But it wasn’t just him. Most of the characters were dysfunctional. Dunst (who was pretty good too) often made decisions that I couldn’t understand, and while the supporting cast were solid, I found myself wondering why they did the things they did. There was so much happening that you thought was preventable, but I suppose, you could say the same thing about our own lives. The strangeness of the people involved, plus the suspicious circumstances surrounding the disappearance, are probably what encouraged them to do a film based on these events. They were so unusual, you can’t help but be interested in what happened, why it happened, and how it happened.
Even now I’m not sure what I think about the film. It didn’t have a typical plot structure (much like Rampart) which was different (good different, I think), and the fact it was open-ended (the case was never solved) made it even more compelling. I think intriguing sums it up well. It wasn’t good, but it wasn’t bad either. It was…thoughtful.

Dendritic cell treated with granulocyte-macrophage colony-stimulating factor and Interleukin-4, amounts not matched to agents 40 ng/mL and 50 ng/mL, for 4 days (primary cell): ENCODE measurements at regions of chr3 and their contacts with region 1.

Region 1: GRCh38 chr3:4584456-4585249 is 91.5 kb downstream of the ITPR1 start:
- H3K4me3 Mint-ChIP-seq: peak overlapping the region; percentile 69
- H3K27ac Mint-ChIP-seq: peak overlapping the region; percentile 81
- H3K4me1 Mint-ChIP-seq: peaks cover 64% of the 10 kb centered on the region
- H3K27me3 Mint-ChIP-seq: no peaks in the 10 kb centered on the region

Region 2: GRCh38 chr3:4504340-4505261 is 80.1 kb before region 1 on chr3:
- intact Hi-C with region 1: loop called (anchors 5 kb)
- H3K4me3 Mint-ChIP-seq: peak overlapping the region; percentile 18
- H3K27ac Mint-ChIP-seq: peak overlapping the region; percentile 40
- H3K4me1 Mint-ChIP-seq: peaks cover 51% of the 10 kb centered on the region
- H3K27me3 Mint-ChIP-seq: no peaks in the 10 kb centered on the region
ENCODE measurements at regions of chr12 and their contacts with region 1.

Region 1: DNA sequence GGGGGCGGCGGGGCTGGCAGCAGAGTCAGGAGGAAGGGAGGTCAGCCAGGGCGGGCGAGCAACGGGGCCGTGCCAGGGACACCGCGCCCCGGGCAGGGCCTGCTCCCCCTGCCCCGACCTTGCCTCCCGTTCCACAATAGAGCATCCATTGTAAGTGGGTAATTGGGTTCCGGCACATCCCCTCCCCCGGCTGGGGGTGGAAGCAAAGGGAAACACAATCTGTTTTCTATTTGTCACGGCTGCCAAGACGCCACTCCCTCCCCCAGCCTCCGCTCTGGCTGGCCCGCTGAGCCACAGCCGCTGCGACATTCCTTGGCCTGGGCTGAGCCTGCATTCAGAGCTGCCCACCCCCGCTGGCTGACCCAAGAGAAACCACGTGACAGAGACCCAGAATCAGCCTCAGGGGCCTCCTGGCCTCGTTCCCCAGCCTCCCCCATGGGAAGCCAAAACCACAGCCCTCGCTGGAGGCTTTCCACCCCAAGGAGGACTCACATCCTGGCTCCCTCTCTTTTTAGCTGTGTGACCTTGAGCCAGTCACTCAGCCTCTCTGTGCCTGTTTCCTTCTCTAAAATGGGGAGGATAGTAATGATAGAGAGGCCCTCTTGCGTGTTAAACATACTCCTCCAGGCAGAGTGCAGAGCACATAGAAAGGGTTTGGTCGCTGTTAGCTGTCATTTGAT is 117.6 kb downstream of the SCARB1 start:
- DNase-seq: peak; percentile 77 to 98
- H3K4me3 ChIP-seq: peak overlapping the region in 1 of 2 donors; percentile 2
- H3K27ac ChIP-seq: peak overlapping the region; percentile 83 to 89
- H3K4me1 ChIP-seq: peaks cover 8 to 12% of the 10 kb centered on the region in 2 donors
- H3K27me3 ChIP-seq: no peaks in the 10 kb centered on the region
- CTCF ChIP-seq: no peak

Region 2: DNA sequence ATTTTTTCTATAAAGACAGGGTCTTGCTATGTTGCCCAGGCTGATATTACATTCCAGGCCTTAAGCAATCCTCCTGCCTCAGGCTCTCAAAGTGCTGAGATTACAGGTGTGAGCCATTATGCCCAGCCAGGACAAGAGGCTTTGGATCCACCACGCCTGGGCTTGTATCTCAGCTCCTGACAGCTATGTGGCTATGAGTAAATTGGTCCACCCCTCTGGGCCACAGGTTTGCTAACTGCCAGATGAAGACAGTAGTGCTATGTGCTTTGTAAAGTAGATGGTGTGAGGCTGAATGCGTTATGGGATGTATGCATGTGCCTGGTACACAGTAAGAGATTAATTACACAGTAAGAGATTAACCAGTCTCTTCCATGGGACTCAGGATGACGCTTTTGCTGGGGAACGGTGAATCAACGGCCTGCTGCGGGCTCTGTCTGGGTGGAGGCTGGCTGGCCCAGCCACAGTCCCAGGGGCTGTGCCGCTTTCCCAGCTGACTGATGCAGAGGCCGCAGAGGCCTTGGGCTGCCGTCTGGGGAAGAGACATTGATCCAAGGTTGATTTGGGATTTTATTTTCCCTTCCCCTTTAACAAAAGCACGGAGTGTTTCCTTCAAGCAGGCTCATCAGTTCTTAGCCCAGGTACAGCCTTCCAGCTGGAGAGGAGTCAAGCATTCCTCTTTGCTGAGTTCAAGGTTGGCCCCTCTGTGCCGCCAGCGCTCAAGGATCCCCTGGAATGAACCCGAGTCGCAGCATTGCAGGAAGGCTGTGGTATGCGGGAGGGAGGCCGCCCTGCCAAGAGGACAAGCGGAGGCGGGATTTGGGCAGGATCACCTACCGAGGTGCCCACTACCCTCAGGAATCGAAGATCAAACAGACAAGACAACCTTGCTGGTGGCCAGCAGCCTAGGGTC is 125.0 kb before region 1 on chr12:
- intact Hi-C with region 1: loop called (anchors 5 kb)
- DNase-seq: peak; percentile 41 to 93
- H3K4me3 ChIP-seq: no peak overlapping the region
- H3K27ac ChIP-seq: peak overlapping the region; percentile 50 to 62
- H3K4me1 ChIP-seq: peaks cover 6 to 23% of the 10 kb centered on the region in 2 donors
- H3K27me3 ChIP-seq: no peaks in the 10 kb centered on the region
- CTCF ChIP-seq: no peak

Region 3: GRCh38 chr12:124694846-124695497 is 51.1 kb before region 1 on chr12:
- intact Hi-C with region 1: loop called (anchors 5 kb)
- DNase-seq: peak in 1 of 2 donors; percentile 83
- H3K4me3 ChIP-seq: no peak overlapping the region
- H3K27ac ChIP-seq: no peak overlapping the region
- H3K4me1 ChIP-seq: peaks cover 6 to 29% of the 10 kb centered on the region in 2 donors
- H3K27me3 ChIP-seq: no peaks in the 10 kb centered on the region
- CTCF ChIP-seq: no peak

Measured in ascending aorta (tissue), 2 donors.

Yeah…thoughtful. 6/10. Definitely worth watching. Possibly. It offers an interesting viewpoint on this tragedy, at least. I just wish it had a definitive answer; they had an opinion, of course, but the truth is still unknown. Bah. I hate not knowing!
Uh…on second reading, I don’t think I’ve done this film justice, so don’t let my review put you off. In my defence, it was over two weeks ago when I watched it, so my already confused brain is even more hazy about it. Just see the 6/10 and go for it. You know, if you have time. And fairly average reviews don’t put you off.
Gangster Squad was by far the best, but if you’re willing to dedicate some time, I think that All Good Things and Rampart are certainly worth watching too. You might occasionally wonder what is going on, but I think the acting and characters allow such moments to be worthwhile.
And, if you are anything like Vanna and myself, you’ll get a lot of discussions out of it. So you should do it for that alone.